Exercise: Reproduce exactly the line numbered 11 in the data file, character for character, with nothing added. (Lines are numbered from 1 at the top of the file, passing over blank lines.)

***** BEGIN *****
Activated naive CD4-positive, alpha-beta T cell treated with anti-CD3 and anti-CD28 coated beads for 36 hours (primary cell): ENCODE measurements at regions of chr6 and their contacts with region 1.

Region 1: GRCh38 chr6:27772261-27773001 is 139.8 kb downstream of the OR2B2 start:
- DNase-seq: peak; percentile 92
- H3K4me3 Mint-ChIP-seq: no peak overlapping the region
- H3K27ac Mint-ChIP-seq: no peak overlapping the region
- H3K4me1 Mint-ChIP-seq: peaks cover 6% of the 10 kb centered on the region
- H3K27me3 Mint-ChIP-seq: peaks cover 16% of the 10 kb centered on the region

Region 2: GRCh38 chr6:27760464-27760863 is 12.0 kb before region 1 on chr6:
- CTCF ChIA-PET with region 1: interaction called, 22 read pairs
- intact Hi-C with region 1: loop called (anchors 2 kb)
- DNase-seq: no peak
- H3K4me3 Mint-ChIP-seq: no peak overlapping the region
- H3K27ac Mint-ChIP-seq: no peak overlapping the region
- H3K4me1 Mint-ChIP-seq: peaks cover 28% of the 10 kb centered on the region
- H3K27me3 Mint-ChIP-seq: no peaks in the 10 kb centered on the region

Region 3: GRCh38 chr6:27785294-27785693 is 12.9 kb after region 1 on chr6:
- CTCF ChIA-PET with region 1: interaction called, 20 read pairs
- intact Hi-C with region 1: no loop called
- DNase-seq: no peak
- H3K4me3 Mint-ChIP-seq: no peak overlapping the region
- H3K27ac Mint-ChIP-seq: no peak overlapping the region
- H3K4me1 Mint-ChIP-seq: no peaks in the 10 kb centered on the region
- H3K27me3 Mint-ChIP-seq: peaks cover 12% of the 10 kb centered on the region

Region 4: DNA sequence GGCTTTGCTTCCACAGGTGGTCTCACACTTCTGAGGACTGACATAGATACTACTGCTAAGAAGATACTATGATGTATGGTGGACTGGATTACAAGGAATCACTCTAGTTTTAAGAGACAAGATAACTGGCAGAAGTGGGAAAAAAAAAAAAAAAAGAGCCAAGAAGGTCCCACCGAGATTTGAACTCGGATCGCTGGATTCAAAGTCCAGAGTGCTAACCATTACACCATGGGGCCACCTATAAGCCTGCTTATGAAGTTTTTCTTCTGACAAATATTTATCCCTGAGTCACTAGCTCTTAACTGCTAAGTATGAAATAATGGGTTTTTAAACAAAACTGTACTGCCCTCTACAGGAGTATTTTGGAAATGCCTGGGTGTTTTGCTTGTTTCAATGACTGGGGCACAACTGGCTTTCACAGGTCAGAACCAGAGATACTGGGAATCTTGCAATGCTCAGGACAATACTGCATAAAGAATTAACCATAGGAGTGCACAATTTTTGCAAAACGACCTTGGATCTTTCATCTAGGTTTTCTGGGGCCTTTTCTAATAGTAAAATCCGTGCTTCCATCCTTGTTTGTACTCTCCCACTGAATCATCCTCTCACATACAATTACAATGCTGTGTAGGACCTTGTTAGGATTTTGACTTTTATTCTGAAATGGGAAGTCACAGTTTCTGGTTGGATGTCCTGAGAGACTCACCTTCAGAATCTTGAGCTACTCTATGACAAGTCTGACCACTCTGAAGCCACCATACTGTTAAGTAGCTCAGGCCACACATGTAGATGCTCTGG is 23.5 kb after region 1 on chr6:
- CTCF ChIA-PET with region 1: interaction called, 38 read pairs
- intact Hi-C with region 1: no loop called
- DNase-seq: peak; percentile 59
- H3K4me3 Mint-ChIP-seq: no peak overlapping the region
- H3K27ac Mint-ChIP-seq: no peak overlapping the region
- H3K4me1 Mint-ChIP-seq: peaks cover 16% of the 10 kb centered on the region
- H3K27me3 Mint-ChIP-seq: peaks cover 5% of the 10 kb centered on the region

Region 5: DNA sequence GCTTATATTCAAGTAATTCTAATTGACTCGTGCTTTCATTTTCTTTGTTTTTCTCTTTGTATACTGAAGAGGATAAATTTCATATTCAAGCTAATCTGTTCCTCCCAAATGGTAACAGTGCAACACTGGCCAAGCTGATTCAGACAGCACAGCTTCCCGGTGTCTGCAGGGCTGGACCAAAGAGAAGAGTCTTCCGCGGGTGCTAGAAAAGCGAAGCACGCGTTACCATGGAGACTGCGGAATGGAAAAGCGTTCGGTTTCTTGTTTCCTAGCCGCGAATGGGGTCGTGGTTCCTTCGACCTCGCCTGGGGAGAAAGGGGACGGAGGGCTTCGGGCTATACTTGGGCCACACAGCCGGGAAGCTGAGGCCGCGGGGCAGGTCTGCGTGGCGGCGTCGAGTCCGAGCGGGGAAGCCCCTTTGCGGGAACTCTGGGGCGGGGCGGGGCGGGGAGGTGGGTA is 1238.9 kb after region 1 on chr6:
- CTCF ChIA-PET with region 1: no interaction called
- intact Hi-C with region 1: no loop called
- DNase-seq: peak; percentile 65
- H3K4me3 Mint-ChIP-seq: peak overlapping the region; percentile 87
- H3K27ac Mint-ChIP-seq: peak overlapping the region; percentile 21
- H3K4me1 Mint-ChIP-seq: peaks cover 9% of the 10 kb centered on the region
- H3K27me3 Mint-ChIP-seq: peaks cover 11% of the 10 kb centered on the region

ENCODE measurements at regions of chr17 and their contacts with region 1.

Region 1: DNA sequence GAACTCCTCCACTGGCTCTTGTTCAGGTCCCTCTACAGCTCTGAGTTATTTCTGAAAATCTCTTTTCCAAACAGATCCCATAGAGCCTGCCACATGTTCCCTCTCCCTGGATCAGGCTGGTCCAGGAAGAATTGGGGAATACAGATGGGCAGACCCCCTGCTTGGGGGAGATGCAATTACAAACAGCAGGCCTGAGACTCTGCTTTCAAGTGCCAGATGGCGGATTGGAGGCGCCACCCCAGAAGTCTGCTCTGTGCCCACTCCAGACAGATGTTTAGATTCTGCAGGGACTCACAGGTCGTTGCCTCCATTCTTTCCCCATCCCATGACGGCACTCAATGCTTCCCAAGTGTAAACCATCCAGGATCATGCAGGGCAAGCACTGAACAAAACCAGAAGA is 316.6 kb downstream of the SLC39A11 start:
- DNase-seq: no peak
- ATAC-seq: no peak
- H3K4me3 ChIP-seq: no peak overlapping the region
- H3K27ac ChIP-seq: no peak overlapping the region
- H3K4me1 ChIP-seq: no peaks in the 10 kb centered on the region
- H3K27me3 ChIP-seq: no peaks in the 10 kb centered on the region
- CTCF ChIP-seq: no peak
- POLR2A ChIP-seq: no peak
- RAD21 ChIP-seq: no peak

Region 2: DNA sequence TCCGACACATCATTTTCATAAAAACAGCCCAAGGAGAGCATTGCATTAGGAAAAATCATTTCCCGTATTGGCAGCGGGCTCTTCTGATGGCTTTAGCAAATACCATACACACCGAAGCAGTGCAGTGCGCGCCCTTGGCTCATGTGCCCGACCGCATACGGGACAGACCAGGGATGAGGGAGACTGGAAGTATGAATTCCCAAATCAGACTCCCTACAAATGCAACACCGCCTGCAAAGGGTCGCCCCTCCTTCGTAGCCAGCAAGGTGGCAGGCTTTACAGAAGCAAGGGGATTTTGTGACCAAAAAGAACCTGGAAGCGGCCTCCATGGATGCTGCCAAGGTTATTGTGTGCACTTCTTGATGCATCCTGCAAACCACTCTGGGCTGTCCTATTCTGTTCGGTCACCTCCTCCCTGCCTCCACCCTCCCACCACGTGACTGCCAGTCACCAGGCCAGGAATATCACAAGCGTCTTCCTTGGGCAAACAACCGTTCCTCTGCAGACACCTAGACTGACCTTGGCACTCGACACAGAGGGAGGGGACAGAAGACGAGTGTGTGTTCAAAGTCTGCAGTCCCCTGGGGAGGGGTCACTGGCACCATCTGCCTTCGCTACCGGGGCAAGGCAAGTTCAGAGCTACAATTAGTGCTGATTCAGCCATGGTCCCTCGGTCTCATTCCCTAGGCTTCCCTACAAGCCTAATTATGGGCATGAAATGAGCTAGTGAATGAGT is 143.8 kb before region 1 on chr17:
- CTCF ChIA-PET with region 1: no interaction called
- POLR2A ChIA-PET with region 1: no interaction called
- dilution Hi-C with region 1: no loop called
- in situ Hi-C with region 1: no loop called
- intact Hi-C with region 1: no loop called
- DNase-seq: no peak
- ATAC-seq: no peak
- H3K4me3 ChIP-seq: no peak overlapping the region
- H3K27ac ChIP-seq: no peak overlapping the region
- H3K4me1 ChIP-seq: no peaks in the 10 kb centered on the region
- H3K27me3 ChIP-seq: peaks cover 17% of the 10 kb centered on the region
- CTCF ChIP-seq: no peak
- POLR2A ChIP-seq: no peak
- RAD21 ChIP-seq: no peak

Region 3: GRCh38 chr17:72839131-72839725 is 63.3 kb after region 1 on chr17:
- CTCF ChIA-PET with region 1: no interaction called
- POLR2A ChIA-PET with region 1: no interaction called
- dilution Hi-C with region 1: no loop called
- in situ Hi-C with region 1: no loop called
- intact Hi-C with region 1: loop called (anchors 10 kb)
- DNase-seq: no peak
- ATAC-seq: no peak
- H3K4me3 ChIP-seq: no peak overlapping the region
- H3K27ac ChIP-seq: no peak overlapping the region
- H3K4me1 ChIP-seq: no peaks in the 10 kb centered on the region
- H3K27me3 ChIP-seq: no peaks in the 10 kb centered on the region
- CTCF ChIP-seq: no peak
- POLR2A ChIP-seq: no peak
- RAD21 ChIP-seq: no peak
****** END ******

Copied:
- DNase-seq: no peak